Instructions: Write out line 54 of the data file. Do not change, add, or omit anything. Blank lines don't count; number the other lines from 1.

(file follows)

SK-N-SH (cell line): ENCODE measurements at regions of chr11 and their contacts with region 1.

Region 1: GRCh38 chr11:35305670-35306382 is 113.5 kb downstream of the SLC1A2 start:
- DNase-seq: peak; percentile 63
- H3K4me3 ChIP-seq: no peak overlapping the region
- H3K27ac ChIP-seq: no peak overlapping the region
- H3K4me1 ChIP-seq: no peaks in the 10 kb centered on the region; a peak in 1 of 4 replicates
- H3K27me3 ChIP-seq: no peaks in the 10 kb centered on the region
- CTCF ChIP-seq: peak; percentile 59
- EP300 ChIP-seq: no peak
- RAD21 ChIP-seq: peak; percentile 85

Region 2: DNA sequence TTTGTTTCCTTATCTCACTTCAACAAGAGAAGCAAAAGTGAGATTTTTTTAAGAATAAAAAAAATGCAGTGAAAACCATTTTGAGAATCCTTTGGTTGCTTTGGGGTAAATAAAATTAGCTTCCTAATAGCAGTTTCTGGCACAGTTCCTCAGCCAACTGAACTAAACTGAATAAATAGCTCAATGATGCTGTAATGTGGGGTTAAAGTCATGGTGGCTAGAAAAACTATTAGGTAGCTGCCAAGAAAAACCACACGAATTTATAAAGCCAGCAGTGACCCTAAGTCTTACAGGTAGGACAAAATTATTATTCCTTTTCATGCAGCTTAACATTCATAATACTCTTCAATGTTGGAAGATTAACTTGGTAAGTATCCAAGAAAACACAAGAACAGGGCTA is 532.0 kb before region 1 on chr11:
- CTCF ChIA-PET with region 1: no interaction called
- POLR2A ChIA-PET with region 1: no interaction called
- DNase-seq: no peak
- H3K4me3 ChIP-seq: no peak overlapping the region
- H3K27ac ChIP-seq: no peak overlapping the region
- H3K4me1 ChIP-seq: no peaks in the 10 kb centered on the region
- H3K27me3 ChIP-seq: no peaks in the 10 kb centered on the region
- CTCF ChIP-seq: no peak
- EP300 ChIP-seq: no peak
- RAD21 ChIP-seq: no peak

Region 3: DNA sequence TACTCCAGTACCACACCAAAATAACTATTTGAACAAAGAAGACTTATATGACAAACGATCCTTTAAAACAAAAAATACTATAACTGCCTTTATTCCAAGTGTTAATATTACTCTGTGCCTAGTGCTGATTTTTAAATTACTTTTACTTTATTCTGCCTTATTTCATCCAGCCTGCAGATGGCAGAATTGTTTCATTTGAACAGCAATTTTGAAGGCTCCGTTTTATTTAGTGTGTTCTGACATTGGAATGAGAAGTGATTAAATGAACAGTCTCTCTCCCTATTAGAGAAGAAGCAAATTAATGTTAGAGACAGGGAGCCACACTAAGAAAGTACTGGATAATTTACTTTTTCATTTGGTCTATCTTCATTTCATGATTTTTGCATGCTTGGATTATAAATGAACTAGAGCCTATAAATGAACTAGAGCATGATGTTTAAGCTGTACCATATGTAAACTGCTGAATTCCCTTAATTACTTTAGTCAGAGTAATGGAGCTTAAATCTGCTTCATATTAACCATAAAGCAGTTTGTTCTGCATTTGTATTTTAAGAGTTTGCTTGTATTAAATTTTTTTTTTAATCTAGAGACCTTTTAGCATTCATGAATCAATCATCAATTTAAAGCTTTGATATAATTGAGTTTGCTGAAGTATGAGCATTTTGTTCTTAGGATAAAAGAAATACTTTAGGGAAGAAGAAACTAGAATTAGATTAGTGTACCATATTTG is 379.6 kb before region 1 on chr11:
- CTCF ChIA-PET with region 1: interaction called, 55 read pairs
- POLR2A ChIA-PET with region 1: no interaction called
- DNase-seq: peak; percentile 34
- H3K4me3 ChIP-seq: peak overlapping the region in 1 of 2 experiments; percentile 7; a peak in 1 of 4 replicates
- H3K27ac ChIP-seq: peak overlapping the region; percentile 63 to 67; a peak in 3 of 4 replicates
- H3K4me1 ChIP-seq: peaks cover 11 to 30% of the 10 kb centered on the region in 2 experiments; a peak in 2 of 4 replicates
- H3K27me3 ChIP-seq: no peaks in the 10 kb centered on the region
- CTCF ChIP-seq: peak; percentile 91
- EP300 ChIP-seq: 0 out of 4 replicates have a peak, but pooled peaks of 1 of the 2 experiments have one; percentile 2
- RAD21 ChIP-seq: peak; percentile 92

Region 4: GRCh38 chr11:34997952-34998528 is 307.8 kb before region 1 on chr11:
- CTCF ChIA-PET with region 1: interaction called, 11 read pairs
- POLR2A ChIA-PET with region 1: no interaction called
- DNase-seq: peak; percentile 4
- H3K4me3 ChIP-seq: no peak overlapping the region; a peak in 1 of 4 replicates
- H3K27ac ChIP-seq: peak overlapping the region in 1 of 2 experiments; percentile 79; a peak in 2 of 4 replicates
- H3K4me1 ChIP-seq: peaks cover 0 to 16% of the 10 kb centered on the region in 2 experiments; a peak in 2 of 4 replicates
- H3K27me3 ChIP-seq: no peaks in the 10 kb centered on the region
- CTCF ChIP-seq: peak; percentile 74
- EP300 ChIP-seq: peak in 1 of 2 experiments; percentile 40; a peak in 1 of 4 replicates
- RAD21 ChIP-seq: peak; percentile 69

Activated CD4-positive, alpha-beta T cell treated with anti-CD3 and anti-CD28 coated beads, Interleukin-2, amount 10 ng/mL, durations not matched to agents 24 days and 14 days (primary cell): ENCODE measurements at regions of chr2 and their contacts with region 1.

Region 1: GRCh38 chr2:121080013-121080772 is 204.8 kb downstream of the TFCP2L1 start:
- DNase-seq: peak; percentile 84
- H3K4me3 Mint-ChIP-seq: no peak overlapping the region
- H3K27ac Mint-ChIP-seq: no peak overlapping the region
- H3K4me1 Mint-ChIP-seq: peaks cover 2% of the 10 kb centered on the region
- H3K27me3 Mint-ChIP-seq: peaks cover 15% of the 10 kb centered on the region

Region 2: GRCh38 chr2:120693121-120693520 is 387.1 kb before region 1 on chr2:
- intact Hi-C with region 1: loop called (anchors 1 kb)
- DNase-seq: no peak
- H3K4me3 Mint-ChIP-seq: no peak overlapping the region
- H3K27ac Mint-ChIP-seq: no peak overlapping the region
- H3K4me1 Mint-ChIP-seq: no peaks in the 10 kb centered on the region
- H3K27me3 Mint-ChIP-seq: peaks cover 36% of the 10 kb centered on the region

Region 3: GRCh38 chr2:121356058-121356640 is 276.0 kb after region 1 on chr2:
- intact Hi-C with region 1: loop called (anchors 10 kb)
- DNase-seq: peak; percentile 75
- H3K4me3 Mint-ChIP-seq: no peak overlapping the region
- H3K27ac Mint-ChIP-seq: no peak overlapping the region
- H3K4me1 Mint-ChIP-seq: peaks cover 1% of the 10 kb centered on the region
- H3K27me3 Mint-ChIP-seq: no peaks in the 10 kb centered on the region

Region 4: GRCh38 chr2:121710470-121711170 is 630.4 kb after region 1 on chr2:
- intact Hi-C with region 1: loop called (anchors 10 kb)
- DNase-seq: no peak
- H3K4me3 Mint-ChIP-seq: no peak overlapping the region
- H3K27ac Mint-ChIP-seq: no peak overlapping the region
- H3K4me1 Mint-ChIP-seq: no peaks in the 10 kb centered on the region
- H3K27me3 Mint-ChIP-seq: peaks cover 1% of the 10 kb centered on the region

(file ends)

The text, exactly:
- H3K4me3 Mint-ChIP-seq: no peak overlapping the region